The Gower Peninsula was the first area in Wales to be designated an Area of Outstanding Natural Beauty (AONB).
The rugged valley of the Bishopston stream (which runs past our gateway) winds for about two and a half miles, all the way to Pwlldu Bay. It is the property of the National Trust and is accessible by footpaths only.
The Parish Church of St.Teilo occupies the site of one of the earliest Christian settlements in Wales. The old Welsh name of the village was Llandeilo Ferwallt. Which means “Church of St.Teilo in Ferwallt” –which has a number of interpretations.
According to the Book of Llandaff, the church dates back to 460-490 A.D. when Teilo established a Llan ( Church) hidden in a dell above the stream. This was an enclosure, probably no more than a simple wooden fenced area, open to the sky, where the faithful met for worship and to celebrate the Eucharist. Later, a cell or small Chapel was constructed on the site.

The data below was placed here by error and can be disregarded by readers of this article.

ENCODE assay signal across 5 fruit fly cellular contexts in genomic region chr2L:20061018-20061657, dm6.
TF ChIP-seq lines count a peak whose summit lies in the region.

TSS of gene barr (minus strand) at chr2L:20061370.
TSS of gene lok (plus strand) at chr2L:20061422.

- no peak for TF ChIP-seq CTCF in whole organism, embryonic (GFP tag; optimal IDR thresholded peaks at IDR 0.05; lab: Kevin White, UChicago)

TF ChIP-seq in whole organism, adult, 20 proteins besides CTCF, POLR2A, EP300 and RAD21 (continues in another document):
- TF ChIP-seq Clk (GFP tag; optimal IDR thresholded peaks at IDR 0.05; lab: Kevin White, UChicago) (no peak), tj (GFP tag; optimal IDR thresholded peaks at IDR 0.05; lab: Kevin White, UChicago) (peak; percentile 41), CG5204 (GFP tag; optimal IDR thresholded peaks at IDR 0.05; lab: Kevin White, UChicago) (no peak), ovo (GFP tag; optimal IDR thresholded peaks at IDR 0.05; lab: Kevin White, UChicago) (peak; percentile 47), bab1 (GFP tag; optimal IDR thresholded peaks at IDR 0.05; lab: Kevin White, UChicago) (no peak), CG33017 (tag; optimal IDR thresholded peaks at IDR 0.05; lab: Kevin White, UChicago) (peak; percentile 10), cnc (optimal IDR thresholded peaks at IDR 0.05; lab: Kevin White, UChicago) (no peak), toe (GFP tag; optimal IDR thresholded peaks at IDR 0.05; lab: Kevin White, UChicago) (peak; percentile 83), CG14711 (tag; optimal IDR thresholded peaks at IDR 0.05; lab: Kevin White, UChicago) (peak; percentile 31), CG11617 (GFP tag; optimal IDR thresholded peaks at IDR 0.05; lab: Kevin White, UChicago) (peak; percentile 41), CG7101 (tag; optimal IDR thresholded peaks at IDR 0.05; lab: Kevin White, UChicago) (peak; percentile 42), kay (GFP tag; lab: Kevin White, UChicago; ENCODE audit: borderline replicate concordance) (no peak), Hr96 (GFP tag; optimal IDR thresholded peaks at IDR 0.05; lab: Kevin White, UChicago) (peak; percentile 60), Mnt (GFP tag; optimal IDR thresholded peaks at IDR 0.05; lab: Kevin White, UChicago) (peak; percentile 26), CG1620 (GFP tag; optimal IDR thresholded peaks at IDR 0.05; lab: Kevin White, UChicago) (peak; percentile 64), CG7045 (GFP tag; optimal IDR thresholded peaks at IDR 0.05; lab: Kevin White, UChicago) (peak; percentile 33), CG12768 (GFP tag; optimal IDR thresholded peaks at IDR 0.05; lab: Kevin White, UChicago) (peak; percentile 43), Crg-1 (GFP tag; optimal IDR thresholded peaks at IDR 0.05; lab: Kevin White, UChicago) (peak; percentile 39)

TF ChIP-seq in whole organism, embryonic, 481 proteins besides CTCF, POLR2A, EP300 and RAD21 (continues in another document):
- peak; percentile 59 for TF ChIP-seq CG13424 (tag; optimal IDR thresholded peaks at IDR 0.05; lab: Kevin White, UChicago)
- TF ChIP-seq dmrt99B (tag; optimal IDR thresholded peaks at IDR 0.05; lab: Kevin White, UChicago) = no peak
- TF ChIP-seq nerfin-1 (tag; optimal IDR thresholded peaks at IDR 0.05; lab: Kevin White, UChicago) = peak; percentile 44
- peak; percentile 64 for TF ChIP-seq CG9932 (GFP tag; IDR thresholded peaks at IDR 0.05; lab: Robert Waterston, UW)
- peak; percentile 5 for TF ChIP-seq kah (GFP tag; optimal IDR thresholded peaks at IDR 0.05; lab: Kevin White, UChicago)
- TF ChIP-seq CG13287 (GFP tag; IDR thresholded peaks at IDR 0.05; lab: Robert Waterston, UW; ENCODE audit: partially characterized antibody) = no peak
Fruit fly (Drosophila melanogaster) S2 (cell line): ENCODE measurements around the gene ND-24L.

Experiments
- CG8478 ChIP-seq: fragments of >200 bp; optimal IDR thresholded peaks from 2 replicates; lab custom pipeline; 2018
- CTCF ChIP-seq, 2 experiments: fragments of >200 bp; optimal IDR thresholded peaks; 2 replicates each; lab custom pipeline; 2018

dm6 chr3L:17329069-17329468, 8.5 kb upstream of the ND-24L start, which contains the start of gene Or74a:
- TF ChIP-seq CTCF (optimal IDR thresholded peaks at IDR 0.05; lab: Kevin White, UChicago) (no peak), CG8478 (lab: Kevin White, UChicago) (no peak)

In the year AD 1130 the Pope settled the patronage of the Church on the Bishop of Llandaff and it remained in that Diocese until 1920. Thus Bishopston derives its name from having been, “the Bishops Town”, an Episcopal Manor with its Court Leet, until 1923.
The Church, dedicated to St.Teilo, still keeps its ”mapsant” or Patron Saint’s Day which is on the 9th of February.
If you would like to visit us, you would be very welcome. To see a map from Multimap, click here. (N.B. If you are coming from further afield, use the zoom facility within Multimap, to locate the Church within Bishopston, or Swansea etc).